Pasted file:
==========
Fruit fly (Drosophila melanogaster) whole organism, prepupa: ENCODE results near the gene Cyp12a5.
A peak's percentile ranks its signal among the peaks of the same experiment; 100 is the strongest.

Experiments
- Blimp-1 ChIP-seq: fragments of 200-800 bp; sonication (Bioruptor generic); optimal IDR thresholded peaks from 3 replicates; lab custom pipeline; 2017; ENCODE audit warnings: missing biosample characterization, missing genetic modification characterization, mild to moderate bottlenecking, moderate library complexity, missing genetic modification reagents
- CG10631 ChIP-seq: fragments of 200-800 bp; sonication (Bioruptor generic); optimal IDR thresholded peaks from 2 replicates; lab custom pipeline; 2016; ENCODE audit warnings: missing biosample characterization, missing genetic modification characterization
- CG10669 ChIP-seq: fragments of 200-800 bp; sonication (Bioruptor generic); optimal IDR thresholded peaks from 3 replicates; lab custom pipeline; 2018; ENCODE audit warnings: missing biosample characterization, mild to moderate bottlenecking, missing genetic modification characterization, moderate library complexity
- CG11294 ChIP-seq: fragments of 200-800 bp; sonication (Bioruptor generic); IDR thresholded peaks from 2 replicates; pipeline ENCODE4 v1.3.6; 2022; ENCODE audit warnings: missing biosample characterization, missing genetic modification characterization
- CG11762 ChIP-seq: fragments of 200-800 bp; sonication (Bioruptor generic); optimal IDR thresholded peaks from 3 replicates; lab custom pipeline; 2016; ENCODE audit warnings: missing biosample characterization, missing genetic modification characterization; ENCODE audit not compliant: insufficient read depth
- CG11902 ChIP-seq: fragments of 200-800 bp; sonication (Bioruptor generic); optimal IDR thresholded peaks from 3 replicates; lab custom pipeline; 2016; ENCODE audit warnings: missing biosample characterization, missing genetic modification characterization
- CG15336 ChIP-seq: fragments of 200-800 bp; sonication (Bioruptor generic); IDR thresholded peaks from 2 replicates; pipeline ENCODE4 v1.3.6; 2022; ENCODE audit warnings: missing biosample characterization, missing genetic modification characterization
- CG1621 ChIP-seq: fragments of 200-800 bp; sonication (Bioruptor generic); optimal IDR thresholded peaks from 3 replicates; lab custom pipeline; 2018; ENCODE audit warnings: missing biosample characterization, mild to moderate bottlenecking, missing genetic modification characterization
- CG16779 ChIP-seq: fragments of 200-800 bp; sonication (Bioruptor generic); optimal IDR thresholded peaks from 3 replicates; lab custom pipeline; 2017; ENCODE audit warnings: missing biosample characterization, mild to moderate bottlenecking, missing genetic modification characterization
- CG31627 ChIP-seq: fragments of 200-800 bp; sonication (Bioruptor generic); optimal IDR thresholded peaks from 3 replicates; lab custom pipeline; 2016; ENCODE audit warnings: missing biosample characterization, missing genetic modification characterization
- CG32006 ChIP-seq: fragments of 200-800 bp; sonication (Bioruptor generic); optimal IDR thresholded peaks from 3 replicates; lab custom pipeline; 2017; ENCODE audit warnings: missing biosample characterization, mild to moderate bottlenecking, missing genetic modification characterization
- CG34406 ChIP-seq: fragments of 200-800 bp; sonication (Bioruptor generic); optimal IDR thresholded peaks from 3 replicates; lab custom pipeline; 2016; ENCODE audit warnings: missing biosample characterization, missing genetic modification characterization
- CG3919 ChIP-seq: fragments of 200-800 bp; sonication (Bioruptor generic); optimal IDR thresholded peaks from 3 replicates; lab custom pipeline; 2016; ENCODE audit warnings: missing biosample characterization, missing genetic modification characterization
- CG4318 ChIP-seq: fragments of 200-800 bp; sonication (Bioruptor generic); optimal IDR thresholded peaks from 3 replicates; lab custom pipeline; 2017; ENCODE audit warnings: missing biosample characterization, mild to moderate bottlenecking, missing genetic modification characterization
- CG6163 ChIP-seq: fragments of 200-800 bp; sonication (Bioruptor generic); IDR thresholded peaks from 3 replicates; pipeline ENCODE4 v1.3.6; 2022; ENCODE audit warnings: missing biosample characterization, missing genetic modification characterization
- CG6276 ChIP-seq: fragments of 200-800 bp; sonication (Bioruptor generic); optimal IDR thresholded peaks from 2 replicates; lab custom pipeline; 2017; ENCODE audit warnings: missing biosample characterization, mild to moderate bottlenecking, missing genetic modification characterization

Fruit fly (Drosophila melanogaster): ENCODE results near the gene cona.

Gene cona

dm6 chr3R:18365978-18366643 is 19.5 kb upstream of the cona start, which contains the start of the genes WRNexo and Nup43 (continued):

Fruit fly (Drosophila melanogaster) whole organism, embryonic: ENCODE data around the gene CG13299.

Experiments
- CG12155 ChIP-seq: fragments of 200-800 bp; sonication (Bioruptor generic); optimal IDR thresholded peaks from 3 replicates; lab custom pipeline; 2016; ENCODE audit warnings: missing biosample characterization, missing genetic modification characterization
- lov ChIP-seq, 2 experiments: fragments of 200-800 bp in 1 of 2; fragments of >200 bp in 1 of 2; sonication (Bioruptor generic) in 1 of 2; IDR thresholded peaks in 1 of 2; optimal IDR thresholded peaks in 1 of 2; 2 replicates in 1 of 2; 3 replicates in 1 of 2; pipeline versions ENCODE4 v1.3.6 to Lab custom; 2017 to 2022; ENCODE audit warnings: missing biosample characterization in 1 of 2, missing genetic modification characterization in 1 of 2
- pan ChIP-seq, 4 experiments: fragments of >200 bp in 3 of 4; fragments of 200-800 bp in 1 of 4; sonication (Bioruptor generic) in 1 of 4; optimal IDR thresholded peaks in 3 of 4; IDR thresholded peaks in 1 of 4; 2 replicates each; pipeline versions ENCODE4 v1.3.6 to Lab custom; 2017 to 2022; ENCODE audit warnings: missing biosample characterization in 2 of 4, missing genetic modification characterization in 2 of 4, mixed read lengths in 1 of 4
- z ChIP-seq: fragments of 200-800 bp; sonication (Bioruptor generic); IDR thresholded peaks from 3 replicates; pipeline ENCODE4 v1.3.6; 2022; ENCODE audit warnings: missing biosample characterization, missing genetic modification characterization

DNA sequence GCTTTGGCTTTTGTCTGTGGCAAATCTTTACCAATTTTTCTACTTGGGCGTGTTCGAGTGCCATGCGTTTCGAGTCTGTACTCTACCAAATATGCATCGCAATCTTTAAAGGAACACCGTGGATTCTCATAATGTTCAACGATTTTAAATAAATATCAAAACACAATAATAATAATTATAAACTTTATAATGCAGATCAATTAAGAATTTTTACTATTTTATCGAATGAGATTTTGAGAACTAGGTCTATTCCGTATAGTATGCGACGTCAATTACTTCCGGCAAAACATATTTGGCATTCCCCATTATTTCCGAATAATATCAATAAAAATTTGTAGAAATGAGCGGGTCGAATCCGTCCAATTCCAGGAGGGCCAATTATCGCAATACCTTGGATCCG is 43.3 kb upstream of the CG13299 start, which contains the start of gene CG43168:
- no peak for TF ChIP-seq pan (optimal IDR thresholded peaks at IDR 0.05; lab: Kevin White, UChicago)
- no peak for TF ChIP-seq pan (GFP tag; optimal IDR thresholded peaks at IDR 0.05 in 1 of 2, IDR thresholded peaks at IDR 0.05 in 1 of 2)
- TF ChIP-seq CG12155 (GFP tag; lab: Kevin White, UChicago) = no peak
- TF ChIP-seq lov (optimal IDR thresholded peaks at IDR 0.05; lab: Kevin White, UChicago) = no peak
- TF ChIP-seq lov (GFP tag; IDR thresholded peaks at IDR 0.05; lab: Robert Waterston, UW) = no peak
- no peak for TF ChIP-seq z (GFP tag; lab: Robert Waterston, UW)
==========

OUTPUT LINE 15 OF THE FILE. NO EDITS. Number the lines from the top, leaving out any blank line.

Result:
- CG34406 ChIP-seq: fragments of 200-800 bp; sonication (Bioruptor generic); optimal IDR thresholded peaks from 3 replicates; lab custom pipeline; 2016; ENCODE audit warnings: missing biosample characterization, missing genetic modification characterization